What have you made?
Printocho V1.0 is the first prototype for a simple 3D printable robot with educational pruposes. It was inspired by Pinocchio’s fairy tale.
What gave you the initial inspiration?
Friends from Jovenes inventores are the organizers of workshops for children based on robotics and programming. They asked me to help them designing a robot for its inclusion on the workshops, a robot to be easily 3D printed.
The initial idea was that this robot was supposed to introduce children to Arduino coding in an interesting way. On top of that, I found it really important to start teaching children also about the world of ideas and design, where they could think and design new parts for their robot, imagining new personalities, improving its parts, exchanging ideas and their different results, promoting team work. That would also be a new and different way of understanding 3D printing, based on fun and with rewarding final objective, that of having a working robot in their hands, designed and made by themselves.
What is the original idea behind this project?
The original idea was to reinterpret the classic image of a robot and to bring it closer to the world of Art Toy or constructible toys, which ultimately combine combine art, design, technology, learning and play, in one object, using 3D printing as a tool.
How does it work?
In this case, Printocho (interpretation of the famous Pinocchio) begins to interact when started by light sensor placed on its nose. When you approach the hand to the nose or just touch the tip of the nose, the robot reacts and executes the cycle of movements that had been previously programmed.
There are a total of four mini servos creating the independent movements of the head, the waist and the arms: they’re free simple robot movements, but they make it really expressive. The eyes consist of two LEDs that blink with different patterns, contributing to the sensation of the robot being expressive, even with its eyes.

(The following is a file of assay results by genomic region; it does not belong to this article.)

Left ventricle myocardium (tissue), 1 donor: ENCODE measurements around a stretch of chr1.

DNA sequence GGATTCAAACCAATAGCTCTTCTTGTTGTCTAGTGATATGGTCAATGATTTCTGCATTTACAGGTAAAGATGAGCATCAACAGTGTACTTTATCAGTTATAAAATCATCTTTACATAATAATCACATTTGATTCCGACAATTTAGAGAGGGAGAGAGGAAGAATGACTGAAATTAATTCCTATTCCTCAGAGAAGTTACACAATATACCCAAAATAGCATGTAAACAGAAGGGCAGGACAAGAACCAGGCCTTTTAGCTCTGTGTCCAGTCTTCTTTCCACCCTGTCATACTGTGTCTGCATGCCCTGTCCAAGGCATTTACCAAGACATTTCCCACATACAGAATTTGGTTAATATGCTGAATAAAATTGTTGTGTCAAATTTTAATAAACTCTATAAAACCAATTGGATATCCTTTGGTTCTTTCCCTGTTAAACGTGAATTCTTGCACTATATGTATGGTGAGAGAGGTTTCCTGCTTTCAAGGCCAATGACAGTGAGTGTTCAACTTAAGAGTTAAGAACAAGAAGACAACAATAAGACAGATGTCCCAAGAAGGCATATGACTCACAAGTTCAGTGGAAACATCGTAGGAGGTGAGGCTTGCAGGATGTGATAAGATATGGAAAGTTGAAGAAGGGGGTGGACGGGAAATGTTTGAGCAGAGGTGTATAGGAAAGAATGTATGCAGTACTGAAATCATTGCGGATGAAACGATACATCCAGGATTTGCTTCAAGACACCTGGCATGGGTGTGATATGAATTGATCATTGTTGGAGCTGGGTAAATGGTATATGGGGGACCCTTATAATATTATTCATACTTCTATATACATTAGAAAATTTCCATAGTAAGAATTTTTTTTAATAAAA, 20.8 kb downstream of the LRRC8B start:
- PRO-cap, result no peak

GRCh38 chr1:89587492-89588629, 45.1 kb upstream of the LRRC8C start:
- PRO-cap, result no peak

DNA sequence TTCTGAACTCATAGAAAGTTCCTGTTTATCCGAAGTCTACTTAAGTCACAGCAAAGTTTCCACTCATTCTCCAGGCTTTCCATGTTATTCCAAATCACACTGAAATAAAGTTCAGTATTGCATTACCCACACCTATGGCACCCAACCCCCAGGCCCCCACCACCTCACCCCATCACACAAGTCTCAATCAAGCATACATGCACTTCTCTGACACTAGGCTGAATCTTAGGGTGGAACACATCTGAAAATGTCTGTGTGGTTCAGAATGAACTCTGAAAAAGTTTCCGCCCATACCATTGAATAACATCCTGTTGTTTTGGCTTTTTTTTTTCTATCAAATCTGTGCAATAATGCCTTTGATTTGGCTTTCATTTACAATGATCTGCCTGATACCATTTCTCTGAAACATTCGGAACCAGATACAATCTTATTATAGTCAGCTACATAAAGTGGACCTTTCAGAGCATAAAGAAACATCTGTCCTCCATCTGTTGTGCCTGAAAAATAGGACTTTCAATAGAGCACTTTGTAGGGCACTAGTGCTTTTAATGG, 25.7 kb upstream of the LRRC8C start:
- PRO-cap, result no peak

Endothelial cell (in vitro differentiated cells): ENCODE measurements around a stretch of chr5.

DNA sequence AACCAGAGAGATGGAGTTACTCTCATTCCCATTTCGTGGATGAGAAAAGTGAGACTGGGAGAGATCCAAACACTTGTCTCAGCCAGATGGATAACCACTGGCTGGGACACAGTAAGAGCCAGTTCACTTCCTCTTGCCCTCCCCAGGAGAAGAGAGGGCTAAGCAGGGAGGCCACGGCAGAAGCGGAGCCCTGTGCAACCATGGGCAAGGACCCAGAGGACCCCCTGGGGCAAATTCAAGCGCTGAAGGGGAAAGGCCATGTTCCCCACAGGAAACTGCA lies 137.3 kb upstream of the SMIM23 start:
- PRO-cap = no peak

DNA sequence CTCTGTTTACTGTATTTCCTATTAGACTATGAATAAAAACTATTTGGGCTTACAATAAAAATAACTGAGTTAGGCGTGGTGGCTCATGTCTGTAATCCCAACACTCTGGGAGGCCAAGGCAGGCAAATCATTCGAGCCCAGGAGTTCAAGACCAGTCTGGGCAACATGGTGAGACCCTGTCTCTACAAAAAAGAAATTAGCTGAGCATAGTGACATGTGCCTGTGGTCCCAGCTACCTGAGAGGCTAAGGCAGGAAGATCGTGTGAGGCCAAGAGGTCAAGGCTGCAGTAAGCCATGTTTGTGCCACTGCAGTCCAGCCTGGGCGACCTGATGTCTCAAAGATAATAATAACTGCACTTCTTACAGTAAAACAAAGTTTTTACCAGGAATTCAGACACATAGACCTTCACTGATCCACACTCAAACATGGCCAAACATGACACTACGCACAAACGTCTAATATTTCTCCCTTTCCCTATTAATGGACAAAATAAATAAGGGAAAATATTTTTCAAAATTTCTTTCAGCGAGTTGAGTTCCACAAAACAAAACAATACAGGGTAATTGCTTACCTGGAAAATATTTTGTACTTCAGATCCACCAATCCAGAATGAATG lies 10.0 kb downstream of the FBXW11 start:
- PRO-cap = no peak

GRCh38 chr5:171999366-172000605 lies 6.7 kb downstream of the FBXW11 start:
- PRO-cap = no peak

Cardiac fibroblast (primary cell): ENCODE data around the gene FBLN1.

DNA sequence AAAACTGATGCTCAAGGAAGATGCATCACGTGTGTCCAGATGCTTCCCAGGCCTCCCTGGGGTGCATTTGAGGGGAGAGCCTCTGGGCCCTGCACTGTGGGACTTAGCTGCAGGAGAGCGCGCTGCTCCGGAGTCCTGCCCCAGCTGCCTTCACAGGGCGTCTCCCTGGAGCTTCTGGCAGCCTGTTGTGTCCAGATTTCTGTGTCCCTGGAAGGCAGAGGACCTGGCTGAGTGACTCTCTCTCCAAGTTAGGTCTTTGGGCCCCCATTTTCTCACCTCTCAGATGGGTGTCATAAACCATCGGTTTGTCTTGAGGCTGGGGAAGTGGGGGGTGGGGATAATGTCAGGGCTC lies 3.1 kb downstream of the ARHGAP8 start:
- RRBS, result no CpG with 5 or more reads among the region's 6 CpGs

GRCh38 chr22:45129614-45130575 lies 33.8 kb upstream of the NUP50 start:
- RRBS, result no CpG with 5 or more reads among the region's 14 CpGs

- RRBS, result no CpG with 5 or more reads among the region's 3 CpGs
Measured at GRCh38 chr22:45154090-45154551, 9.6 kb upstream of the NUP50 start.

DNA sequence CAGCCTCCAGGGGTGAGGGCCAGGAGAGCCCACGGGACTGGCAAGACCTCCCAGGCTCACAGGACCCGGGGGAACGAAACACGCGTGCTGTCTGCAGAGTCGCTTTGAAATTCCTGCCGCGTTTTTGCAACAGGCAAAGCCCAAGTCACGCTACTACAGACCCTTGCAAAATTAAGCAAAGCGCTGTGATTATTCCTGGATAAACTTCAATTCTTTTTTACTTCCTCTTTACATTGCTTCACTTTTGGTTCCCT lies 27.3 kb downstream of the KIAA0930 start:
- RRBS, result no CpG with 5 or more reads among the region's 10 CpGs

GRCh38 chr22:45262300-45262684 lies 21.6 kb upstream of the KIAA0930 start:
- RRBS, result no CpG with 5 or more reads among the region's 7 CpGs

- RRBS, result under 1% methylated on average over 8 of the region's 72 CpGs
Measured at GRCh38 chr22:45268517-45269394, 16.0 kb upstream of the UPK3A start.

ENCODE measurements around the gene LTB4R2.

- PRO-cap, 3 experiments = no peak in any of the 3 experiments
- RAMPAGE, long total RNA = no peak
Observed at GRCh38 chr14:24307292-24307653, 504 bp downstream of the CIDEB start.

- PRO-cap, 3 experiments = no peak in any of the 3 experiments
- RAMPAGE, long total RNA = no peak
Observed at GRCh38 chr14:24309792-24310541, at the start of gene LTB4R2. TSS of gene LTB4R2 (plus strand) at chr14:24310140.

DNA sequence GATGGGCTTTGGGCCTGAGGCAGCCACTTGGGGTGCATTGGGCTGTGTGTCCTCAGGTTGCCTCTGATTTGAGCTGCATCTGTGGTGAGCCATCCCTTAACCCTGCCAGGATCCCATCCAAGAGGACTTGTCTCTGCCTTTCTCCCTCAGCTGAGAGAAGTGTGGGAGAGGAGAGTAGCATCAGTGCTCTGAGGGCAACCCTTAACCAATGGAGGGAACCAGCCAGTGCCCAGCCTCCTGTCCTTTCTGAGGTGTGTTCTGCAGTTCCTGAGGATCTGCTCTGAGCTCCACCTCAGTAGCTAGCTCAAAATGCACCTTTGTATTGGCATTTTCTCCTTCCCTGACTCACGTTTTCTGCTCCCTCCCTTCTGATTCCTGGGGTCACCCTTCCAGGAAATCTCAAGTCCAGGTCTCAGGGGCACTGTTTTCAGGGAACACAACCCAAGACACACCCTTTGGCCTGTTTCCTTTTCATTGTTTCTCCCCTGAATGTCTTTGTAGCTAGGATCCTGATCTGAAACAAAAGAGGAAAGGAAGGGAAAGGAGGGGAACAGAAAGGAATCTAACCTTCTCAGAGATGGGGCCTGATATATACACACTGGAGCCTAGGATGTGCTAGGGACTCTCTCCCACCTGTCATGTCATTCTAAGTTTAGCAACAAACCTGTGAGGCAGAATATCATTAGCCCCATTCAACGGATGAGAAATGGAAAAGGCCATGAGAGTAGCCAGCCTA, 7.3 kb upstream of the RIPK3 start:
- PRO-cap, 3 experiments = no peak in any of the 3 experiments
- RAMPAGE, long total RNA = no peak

How long did it take to make it real?
From the early birth of the idea to the first design process, including sketches, it took me approximately one month. But the real design phase was once I started with the 3D printing trial period: that was quite long and took about six months. Nowadays I am focused on growing Printocho’s family with an improved design to facilitate its integration into the children workshops.
How did you build it?
The materials I used are:
- 4 mini servos,
- light sensor
- DC power connector
- Arduino UNO board
- 3D printer and materials
Once you have all the 3D printed pieces of robot, you have to start the assembly process. At this stage, you also have to mount the mini servos,LEDs, light sensor, DC power connector and Arduino board, which has to be inserted in its specific slot. You also need to plug all the cables to the correct connectors.
Once all parts of the robot are assembled, it is programmed with a very basic program: a cycle of movements, taking into consideration time and the interaction with the light sensor of the nose as a trigger of the movements. Printocho is then plugged to power so that it can stay switched on all day, waiting for someone to interact with him to start dancing/moving. And .. That’s all Folks. Hope you enjoy it!